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10 Best Songs About New York City

Norah Jones

Ah, New York City. The city of dreams, creator of artists, inspiration behind countless big-name, generation-spanning songs. New York lays claim as the subject of probably more gorgeous songs than any other city in the world; something about the combination of old and new, young and old, creative and urban seems to spark everyone to take to their piano (or their musical weapon of choice). Take a hunk out of the Big Apple with our list of the top ten songs about New York.

1. Empire State of Mind | Alicia Keys ft Jay-Z
Okay, you can’t really argue with this one; a clash of lush, gorgeous vocals of Alicia sandwiched with the tight, cocky-as-hell rap of Jay Z. This sums up the city musically as well as lyrically. And when you’ve got two of the biggest American artists ever playing off each other with the greatest city in the world as the backdrop, you create some real, adulterated magic. A modern anthem for the ages.

2. Avenue B | Gogol Bordello
Stepping away from the glossy side of New York, you’ve got this—an underrated album track from the ultimate gypsy rockers. It’s got a few spiky edges that wrap nicely around the backstreet-backdoor lyrical focus, and you’ve got to love the catchy, perfectly constructed verses that give way to a hectic, explosive bridge and chorus. Extra points if you can work out everything he’s saying the first go round.

3. Walk on the Wild Side | Lou Reed
Who else but the (late and much lamented) bard of New York City could have appropriately summed all it’s rough edges and still make it sound cool? A tune about prostitutes and drug users packs in every kind of illicit sexual reference and nod to every kind of questionable activity under the song, and it’s clear why this raunchy number has lasted so long.

4. Eleanor Put Your Boots On | Franz Ferdinand
A love story set against the backdrop of New York. The British monarchs of indie pulled it out of the hat by leaping across the pond. With nods to famous landmarks, it feels like an affectionate tourist’s view of the city—a warm, lovingly rendered watercolor that captures everything romantic and appealing about the city. One of the few foreign artists to capture the city in it’s regal glory.

5. New York, New York | Frank Sinatra
Although the song was originally written for and performed by Liza Minelli for Scorcese’s film of the same name, it’s this version that’s lasted the ages. Sinatra was the undisputed King of the Rat Pack, and this proves why—headily tuneful, powerful, and instantly recognizable, you find yourself absentmindedly booking tickets to the city by the end of the first chorus. One of the few covers that’s simply far better than the original (Sorry Liza).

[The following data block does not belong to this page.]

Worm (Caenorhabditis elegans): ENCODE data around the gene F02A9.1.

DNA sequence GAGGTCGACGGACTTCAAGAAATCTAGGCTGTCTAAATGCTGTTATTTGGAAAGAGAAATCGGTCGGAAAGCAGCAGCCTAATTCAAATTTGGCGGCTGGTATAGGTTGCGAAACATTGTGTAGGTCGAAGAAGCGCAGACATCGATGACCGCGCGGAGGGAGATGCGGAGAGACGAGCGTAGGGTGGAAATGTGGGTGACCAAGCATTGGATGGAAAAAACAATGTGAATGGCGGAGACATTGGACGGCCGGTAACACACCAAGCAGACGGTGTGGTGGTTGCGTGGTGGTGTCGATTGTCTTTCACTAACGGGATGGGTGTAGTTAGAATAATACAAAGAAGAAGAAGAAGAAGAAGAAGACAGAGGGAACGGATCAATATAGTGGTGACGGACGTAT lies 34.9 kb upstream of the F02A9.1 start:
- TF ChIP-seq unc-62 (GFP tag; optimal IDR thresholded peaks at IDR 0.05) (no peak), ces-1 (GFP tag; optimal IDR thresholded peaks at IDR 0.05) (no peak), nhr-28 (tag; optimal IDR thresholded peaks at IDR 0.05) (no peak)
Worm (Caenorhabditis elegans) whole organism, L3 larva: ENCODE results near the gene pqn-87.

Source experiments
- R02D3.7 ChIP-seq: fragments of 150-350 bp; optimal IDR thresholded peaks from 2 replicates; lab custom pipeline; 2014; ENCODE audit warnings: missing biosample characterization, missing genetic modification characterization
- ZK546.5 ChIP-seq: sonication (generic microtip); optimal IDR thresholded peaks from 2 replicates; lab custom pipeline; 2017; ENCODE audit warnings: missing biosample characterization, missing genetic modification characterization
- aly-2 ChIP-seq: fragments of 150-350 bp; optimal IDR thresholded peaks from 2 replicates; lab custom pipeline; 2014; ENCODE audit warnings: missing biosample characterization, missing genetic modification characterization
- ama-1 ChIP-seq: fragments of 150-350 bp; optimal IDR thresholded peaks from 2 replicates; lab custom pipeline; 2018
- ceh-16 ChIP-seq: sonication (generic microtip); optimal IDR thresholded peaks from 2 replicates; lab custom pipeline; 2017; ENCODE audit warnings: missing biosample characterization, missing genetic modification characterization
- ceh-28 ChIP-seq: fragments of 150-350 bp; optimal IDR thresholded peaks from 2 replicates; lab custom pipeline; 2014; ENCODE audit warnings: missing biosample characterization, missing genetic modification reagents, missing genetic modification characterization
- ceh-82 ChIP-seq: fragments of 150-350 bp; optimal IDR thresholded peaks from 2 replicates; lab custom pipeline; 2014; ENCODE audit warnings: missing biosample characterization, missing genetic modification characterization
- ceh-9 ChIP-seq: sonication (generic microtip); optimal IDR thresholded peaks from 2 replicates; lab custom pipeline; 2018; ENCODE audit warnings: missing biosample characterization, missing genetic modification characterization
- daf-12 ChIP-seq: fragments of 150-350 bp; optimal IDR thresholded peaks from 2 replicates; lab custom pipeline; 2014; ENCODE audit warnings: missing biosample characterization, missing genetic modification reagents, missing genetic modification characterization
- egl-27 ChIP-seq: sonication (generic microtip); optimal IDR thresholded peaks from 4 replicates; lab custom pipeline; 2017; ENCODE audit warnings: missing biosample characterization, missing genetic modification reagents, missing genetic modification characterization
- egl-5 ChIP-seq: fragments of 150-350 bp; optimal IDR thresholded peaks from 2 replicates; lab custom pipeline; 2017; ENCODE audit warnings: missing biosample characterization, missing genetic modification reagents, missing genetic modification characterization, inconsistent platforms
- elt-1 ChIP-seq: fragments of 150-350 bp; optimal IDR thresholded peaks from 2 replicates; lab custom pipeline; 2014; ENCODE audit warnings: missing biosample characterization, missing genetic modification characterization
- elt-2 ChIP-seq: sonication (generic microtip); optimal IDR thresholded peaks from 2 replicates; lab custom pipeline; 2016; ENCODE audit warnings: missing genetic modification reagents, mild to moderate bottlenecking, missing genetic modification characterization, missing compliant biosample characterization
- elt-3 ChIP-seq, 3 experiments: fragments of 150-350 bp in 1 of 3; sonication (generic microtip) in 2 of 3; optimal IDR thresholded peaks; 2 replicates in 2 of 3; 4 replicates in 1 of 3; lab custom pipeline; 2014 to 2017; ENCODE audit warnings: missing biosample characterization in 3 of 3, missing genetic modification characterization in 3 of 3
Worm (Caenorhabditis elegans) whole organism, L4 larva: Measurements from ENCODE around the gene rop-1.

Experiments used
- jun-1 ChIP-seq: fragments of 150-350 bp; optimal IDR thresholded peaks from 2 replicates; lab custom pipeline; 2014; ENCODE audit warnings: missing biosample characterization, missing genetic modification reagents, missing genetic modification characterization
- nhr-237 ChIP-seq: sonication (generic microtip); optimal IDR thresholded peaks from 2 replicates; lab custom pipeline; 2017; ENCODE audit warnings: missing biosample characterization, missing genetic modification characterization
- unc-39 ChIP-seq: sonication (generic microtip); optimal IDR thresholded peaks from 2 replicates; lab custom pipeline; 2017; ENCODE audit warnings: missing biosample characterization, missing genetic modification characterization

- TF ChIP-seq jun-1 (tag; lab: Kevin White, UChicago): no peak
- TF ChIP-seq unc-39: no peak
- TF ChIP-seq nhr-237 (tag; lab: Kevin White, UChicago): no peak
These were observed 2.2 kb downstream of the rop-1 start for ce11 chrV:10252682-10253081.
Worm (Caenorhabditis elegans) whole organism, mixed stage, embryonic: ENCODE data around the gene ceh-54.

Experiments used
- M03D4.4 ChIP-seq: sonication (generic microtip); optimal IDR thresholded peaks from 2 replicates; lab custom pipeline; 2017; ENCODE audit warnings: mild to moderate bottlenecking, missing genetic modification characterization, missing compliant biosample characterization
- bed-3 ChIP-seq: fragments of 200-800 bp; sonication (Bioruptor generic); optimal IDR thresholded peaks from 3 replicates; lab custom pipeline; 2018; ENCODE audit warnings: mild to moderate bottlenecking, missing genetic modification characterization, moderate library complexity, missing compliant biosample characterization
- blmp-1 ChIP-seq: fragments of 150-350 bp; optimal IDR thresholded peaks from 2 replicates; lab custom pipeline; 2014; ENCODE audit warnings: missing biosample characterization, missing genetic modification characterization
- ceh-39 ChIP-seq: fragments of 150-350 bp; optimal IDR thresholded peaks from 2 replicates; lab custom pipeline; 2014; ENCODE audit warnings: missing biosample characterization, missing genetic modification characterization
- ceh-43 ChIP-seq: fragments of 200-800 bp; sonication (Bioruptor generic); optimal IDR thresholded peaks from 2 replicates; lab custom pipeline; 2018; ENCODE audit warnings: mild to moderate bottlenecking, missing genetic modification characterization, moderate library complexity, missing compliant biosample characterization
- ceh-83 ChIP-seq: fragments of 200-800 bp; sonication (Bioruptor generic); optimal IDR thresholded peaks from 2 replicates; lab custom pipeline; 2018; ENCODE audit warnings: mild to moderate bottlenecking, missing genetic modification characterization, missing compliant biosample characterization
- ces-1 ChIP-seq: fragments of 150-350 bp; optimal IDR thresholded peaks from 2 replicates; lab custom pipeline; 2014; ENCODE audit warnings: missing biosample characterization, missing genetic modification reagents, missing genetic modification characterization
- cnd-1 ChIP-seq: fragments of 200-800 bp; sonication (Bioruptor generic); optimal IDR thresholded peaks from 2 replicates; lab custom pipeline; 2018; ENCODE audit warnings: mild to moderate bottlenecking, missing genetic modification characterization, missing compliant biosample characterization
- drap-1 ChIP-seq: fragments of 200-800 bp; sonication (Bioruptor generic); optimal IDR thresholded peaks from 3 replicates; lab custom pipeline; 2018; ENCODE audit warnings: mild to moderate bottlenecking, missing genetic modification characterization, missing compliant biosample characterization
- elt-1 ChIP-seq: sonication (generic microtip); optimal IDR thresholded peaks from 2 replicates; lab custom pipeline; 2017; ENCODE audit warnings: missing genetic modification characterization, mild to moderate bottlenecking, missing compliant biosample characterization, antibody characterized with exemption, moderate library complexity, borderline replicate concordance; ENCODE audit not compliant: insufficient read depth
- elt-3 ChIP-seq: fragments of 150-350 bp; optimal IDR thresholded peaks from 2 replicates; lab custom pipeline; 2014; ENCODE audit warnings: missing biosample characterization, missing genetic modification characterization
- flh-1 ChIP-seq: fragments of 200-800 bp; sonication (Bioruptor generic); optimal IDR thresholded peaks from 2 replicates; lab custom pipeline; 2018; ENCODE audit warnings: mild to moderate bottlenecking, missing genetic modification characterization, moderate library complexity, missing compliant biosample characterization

6. 53rd and 3rd | Ramones
Many of the greatest songs about New York don’t make it sound appealing by talking about how lovely it all is—they do it by talking about all the dirty corners that no one wants you to look too closely at. And therein lies the charm of this Ramones number—alluding to the dirty history of the street corner in question, they recorded an iconic nod to the original seedy underbelly of NYC.

7. Back to Manhattan | Norah Jones
A born-and-raised New Yorker, Jones knows a thing or to about the way the city is divided. That divide is the basis of this sultry, jazzy number about lovers living in Brooklyn and Manhattan. Her voice is a throwback to another world of music, and the song itself identifies the distinct divides between people in the same city. And, let’s face it: you can’t beat the silky smooth wanderings of Norah Jones, can you?

8. The Message | Grandmaster Flash and the Furious Five
While this is probably not the song that people would particularly like to associate with New York, this is probably one of the most important songs about the city. Not only is it a cracking, powerful, sizzling slice of hip-hop by one of the masters of the genre, but it provides a pretty bleak—and allegedly dangerously accurate—look into life in the ghettos when it was released. Still as potent today as it was back then.

9. New York, I Love You, But You’re Bringing Me Down | LCD Soundsystem
It’s hard to write a song that properly encapsulates the feeling of being trapped in your hometown—especially one as vast and seemingly all—encompassing as New York. But LCD Soundsystem managed to pull it off with this rich, heady piano ballad. It’s bitter without being miserable. A swelling, building number that bemoans the tragedy of a sanitized city.

10. Spanish Harlem | Ben E. King
It was covered by a number of artists in the years following it’s release, but the original still remains the standard, in no small part due to those sensational lead vocals. The song itself throws together a bunch of musical styles from all over the world—an appropriate metaphor for this melting pot city, no? Aside from that, there’s a great song at it’s heart that deserves more notice.

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